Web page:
Vermont has always led our nation, and it is crucial that we maintain that trend. S.55 is an important step to regulate guns, but it doesn’t ban weapons of war with the sole purpose of killing. S.422 is a building block to protect victims of horrendous crimes, but the restrictions don’t go far enough in long-term ramifications for domestic abusers. S.221 is vitally important to a judicial process for people who are threats to themselves or others, however, it isn’t ideal for cutting red tape and bureaucracy.

I applaud the governor for taking meaningful action, but much stronger and more decisive action is needed to address our gun problem.

Ethan Sonneborn


(Editor’s note: Sonneborn, 13, is running for Vermont governor in 2018)

Seek a role in child abuse prevention

Gov. Phil Scott signed a proclamation for Child Abuse Prevention Month on April 3. I appreciate the ceremony at the Statehouse and the attention that it draws to the need that every child has to be loved and safely nurtured.

Every child requires at least one adult who provides that love and is committed to their healthy development and well-being every day. All of our children will reach their potential and contribute to their community’s economic viability and stability if they have safe, stable and nurturing homes.

There is a role each of us can play. We can be a good family member or a good neighbor to a single parent or parents of young children who would benefit from some time to themselves. Babysitting, or simply taking time to listen to a parent, can make a great difference in the lives of both a parent and their child.

Mentoring an elementary age or middle school child can make a world of difference in that child’s present and future. Knowing that someone finds value in spending time with them can help a young person imagine being a successful student and adult. We learn to take chances in life, in good ways, based on how others see us. Children need our time and interest much more than they need material things.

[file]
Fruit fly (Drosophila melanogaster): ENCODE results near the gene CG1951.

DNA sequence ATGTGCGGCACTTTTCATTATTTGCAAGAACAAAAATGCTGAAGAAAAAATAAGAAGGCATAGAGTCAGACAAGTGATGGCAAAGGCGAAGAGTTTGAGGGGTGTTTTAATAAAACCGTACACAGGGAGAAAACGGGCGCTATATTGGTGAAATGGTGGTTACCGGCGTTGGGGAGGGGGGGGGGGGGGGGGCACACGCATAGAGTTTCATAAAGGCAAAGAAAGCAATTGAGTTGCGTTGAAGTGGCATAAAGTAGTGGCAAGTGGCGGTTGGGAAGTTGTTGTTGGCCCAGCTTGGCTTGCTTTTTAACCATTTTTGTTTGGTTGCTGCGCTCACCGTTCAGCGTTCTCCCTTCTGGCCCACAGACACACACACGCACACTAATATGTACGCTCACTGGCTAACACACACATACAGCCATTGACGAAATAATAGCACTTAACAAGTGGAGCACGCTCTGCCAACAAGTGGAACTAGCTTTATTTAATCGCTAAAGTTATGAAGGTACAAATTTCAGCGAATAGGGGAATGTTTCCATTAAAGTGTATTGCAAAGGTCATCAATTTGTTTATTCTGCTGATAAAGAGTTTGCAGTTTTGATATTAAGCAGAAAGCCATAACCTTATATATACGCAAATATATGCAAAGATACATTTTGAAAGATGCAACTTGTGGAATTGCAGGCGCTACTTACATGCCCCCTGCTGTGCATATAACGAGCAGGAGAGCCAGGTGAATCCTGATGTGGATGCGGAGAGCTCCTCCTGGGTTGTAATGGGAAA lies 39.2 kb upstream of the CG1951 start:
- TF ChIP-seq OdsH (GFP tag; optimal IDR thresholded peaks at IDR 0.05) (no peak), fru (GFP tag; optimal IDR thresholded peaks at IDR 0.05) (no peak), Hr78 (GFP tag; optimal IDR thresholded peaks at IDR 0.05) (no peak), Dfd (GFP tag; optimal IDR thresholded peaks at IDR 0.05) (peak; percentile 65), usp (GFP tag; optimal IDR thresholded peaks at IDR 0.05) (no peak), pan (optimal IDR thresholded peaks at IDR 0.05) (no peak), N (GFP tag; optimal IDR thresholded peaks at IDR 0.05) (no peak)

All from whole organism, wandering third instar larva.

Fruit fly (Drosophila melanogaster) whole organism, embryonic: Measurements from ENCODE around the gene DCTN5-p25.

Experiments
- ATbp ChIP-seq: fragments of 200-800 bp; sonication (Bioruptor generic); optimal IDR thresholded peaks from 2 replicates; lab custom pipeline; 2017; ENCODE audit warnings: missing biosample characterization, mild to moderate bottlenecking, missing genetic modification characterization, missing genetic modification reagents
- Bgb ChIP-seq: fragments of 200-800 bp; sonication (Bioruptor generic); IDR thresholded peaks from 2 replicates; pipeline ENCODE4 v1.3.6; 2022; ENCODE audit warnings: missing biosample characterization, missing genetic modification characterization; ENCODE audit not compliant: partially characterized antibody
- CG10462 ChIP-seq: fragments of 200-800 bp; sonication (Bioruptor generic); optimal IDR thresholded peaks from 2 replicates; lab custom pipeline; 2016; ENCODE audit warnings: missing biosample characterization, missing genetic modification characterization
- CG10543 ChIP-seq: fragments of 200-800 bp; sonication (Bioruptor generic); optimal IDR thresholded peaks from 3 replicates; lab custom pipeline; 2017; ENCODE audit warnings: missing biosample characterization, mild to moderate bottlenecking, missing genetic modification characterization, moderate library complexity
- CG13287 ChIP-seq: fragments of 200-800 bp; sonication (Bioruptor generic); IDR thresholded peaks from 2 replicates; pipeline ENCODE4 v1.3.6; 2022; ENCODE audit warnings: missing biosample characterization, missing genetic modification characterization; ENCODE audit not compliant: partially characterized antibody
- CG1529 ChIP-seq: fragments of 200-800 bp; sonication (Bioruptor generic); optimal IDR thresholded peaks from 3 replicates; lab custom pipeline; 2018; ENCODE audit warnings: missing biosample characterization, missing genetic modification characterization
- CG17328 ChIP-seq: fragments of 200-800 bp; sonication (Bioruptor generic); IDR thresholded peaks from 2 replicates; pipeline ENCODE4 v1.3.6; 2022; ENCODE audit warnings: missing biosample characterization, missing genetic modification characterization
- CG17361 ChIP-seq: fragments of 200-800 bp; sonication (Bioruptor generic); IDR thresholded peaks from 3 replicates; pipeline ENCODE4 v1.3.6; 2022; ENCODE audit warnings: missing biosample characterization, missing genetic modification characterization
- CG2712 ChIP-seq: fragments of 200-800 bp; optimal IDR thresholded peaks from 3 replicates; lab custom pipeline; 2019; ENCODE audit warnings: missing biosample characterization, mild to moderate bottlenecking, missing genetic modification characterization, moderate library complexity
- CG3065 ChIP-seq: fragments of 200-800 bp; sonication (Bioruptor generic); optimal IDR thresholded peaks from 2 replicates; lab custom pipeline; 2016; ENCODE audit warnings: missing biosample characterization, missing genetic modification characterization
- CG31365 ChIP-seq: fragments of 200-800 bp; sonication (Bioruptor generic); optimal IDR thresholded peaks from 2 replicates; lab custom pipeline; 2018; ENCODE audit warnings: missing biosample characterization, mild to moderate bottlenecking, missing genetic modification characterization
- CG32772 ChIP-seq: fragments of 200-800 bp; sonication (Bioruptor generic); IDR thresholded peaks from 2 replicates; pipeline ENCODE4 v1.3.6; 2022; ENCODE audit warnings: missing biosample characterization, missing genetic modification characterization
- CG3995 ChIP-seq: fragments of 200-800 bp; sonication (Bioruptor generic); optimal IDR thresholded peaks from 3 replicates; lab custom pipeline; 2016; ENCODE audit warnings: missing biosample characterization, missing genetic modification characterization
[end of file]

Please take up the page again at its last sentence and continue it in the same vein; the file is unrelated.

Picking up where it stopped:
There are many opportunities in Vermont to volunteer to help children and families. Our local Parent Child Centers and Prevent Child Abuse Vermont are some of the many organizations in need of caring volunteers.

Speak up if you fear a child may be at risk of being abused. Call Prevent Child Abuse Vermont’s Help Line at 1-800-CHILDREN (800-244-5373) to discuss concerns about a child, and call the Vermont Department for Children and Families to report a suspicion of child abuse or neglect. Their central number is 1-800-649-5285 and is available 24 hours a day.

Think about how you can make a true difference in the life of a child with your time, your talents and your treasure. Vermont will only continue to be as beautiful as it is to the extent that our children are nurtured and protected. Child Abuse Prevention Month is a reminder of this important commitment that we share. Learn more by visiting

Linda Johnson

Executive director

Prevent Child Abuse Vermont